Artistic motivation can be found anywhere.
Katherine Heilman found it in a tree wedged between a dumpster and chain-link fence in Kensington.
“In the spring, I’m like, ‘How is that tree still alive?’” Heilman said. “And it seems like it’s almost determined to live despite its urban landscape.”
Heilman passes the tree each day on her way home from her job at Taller Puertorriqueño, a non-profit organization in Fairhill that serves as an artistic and cultural resource hub for the Latino community.
Heilman snapped a picture of the tree on her phone and sent it to a high school student she mentors as a message of encouragement. The student, a senior at El Centro de Estudiantes who aspires to attend college as a fine arts major, appreciated the peculiar-looking plant, Heilman said.
The photo of the homely tree later became part of the Painted Bride Art Center’s “Planting a Forest” exhibit. Dozens of photographs like Heilman’s will be on display throughout September. Each tree photographed has a distinctive background story that pertains to the Philadelphia community.
The exhibit is part the Painted Bride’s Re-PLACE-ing Philadelphia project, which aims to “[use] art-making as a lens for viewing the city and its history and re-place-ing established stereotypes with new narratives and understandings,” according to the Painted Bride’s website.
For Philadelphia filmmaker Sannii Crespina-Flores, the project served as an opportunity to broaden her students’ artistic horizons.
“This was just another affirmation in them growing as young artists or them growing as young activists,” Crespina-Flores said. “It was a project that allowed them to open up another part of themselves.”
Crespina-Flores works with Do Remember Me, an organization that allows teenagers across the globe to compare and contrast their personal struggles related to objectification of youth via Skype. Crespina-Flores said Do Remember Me creates a sense of camaraderie between students, who often face similar problems.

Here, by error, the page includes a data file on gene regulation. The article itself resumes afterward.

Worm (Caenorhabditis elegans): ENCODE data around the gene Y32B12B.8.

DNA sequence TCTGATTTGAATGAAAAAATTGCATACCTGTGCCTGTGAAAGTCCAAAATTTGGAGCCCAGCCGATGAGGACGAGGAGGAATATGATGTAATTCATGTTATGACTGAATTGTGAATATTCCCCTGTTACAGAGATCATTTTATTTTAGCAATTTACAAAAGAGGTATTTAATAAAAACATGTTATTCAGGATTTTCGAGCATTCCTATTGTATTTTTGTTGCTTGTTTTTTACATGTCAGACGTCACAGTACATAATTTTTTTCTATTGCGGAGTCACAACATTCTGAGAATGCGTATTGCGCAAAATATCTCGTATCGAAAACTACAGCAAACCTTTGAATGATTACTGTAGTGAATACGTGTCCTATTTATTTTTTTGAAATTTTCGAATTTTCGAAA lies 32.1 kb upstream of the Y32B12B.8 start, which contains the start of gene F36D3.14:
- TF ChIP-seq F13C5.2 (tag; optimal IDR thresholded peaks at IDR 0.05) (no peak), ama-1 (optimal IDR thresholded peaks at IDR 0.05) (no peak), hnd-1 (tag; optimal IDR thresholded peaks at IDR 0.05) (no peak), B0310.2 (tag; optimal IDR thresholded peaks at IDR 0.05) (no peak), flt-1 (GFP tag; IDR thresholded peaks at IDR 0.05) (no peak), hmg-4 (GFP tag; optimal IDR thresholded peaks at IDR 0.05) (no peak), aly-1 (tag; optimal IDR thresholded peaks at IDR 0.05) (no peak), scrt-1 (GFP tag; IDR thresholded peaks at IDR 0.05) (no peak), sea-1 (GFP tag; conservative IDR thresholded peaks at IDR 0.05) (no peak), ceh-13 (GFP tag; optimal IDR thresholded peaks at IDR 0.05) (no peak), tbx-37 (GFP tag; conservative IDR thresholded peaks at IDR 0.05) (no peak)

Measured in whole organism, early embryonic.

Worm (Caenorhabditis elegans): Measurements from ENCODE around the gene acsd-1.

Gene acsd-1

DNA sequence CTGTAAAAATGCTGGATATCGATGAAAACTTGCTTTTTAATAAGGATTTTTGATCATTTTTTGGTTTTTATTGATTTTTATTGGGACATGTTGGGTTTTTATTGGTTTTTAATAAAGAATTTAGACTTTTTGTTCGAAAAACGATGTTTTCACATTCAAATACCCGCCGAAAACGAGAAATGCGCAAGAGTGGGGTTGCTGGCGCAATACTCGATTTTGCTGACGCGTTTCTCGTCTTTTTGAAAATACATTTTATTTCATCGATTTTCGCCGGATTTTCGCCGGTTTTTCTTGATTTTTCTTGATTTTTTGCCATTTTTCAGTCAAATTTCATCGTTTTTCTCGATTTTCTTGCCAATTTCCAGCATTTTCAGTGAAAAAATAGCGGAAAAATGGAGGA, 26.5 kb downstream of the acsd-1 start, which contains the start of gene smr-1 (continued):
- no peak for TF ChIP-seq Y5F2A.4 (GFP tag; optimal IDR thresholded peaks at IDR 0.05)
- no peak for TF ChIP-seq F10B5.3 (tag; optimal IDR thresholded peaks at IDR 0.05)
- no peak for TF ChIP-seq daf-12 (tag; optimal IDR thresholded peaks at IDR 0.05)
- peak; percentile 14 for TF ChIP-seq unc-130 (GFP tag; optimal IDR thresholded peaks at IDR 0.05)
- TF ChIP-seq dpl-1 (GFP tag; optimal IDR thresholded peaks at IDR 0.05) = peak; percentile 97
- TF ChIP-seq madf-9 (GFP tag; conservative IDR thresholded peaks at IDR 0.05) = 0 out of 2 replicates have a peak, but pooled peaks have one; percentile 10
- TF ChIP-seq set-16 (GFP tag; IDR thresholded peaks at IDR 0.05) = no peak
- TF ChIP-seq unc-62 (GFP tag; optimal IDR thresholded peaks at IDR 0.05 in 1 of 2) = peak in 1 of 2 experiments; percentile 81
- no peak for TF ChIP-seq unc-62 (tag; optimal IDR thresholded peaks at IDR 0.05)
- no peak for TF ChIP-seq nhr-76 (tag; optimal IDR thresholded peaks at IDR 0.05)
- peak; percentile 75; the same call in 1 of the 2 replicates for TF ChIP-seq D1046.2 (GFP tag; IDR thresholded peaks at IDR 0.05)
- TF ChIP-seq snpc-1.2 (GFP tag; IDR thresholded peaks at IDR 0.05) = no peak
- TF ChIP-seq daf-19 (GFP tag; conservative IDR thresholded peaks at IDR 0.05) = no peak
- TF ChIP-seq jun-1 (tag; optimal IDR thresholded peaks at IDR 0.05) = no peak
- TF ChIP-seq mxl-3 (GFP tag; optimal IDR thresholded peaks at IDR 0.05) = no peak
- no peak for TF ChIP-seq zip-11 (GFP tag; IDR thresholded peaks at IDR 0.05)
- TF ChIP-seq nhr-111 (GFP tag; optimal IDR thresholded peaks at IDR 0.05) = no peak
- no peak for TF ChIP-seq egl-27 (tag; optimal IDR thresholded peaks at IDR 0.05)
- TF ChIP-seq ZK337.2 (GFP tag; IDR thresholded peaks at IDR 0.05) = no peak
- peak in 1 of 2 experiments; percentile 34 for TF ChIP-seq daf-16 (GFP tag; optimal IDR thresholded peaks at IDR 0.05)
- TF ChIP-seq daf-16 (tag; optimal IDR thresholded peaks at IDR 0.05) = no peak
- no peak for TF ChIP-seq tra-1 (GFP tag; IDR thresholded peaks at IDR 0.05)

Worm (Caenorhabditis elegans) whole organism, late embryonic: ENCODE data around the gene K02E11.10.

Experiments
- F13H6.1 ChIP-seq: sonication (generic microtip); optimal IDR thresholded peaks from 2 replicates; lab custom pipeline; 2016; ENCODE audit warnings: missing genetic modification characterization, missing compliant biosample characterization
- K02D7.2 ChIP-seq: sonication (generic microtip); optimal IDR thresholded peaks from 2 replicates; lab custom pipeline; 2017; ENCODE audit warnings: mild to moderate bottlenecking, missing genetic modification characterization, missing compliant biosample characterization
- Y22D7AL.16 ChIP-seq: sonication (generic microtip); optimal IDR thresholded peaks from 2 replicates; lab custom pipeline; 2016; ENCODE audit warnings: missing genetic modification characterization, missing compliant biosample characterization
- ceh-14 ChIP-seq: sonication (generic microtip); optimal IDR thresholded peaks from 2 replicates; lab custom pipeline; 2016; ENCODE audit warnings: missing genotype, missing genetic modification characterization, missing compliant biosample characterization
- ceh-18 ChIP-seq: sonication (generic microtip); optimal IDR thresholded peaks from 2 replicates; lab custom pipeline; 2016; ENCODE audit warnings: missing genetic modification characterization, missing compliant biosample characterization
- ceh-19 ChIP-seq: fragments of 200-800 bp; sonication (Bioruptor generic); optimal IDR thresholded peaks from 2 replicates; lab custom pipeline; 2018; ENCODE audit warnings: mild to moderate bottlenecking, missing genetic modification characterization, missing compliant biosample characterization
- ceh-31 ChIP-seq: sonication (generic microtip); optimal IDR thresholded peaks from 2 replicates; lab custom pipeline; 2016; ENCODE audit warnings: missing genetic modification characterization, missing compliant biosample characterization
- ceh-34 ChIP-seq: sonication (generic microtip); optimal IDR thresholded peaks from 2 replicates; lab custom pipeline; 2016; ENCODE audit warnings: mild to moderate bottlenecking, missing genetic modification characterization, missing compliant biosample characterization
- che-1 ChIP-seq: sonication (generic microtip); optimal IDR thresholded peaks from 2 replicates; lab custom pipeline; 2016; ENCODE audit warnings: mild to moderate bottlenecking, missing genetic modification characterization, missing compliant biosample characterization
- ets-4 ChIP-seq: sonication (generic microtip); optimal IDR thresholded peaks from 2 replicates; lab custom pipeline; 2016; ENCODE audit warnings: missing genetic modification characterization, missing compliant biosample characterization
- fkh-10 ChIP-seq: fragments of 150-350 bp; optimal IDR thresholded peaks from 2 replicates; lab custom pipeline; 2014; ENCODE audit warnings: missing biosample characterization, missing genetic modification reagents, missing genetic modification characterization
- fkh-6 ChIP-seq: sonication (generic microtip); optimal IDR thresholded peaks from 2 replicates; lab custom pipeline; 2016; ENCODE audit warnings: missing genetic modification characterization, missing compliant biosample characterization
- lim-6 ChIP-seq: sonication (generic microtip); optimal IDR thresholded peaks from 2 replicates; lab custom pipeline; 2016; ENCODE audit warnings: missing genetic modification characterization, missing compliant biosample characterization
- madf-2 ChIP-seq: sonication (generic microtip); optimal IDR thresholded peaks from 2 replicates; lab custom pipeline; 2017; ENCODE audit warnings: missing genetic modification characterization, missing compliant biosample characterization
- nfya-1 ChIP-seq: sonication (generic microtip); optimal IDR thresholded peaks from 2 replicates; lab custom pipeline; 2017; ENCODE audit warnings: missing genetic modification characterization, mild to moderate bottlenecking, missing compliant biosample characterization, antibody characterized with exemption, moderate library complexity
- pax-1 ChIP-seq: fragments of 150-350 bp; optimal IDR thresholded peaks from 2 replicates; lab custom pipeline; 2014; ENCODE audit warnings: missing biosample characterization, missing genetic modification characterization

“Our youth here thought they were the only ones who were susceptible to racism, and then they find that that occurs in Brazil, that occurs in Paris, so then it starts a conversation about what you’re going to do about it,” Crespina-Flores said.
While walking through the city, Crespina-Flores guided her students in photographing whichever tree inspired them. A student she mentors, for example, submitted a shot of a budding tree that resembled a dancer.
For Miriam Steinberg-Egeth, the trees in Rittenhouse Square served not only as a scenic backdrop, but as a teaching tool for her young children. Steinberg-Egeth has been heavily involved with the Jewish community of Philadelphia for almost a decade, working with the Center City Kehillah and writing an advice column for the Jewish Exponent, an online faith-based publication.
When she wanted to teach her children the story of Tu B’Shevat, a holiday Steinberg-Egeth describes as “the first day of the trees,” she hit a bump in the road—every Tu B’shevat book she could find was made for children with backyards. Living in the city, she realized, could make it difficult to celebrate Tu B’shevat.
She decided to photograph her own daughter with trees throughout the city, now featured in the exhibit. The photograph serves as an early product of Steinberg-Egeth’s budding project to create a Tu B’Shevat book for children in urban areas.
“It was sort of this quintessential urban nature juxtaposition that I’m always trying to figure out with my kids, like how to get them to have nature experiences,” Steinberg-Egeth said.
“Planting a Forest” will remain on display until Oct. 17.
Angela Gervasi can be reached at firstname.lastname@example.org.